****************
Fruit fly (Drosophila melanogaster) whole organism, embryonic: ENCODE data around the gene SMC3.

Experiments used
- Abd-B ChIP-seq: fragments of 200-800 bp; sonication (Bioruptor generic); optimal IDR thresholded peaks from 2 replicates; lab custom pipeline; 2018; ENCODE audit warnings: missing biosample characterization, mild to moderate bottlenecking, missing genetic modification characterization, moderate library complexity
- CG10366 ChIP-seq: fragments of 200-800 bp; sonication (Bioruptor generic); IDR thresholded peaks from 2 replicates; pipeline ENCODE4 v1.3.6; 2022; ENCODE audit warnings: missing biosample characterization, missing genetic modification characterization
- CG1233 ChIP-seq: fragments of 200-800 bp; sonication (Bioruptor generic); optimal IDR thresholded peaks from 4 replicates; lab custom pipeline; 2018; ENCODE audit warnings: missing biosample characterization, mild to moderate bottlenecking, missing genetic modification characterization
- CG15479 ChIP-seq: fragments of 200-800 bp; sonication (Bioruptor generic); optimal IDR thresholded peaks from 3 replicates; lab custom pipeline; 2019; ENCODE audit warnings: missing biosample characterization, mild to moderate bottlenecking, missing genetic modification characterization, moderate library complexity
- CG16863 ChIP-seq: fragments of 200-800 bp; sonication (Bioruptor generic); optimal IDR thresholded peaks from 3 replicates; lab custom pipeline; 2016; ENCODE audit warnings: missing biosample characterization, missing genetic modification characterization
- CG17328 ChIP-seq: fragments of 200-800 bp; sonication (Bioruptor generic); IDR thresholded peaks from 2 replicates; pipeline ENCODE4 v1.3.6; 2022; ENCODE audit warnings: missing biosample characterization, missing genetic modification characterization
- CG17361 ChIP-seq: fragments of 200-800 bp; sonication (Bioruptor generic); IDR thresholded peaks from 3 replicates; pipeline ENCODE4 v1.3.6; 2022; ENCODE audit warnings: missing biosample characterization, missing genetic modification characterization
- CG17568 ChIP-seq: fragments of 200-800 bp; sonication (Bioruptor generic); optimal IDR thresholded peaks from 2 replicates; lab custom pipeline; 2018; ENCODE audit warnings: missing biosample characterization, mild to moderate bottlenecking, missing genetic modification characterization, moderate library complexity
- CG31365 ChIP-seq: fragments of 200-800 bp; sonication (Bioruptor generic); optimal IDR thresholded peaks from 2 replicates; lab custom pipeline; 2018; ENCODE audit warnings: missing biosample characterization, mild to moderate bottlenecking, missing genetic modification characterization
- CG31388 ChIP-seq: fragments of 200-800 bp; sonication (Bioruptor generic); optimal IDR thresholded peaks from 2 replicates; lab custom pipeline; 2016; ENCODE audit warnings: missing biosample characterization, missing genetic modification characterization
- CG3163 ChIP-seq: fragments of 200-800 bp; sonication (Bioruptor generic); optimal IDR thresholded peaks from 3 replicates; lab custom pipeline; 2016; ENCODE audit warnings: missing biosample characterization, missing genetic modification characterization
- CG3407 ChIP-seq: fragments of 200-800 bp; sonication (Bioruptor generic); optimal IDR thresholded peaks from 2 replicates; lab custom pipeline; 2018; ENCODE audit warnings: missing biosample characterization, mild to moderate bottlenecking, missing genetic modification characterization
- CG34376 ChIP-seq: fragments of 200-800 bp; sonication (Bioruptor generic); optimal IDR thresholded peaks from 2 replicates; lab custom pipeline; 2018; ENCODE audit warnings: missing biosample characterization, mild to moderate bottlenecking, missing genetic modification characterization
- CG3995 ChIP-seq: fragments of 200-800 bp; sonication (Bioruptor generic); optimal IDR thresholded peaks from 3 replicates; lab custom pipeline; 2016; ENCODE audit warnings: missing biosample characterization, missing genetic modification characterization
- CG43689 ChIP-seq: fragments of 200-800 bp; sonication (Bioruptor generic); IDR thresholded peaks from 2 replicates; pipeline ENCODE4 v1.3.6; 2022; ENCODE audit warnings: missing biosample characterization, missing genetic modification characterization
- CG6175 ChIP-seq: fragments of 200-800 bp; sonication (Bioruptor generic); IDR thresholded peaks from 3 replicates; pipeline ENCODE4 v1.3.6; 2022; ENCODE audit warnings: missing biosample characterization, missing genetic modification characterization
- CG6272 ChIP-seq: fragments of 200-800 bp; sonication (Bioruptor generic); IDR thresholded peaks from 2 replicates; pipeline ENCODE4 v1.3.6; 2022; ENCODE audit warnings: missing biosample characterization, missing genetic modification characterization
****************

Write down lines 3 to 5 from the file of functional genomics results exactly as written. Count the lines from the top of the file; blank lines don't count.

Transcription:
- Abd-B ChIP-seq: fragments of 200-800 bp; sonication (Bioruptor generic); optimal IDR thresholded peaks from 2 replicates; lab custom pipeline; 2018; ENCODE audit warnings: missing biosample characterization, mild to moderate bottlenecking, missing genetic modification characterization, moderate library complexity
- CG10366 ChIP-seq: fragments of 200-800 bp; sonication (Bioruptor generic); IDR thresholded peaks from 2 replicates; pipeline ENCODE4 v1.3.6; 2022; ENCODE audit warnings: missing biosample characterization, missing genetic modification characterization
- CG1233 ChIP-seq: fragments of 200-800 bp; sonication (Bioruptor generic); optimal IDR thresholded peaks from 4 replicates; lab custom pipeline; 2018; ENCODE audit warnings: missing biosample characterization, mild to moderate bottlenecking, missing genetic modification characterization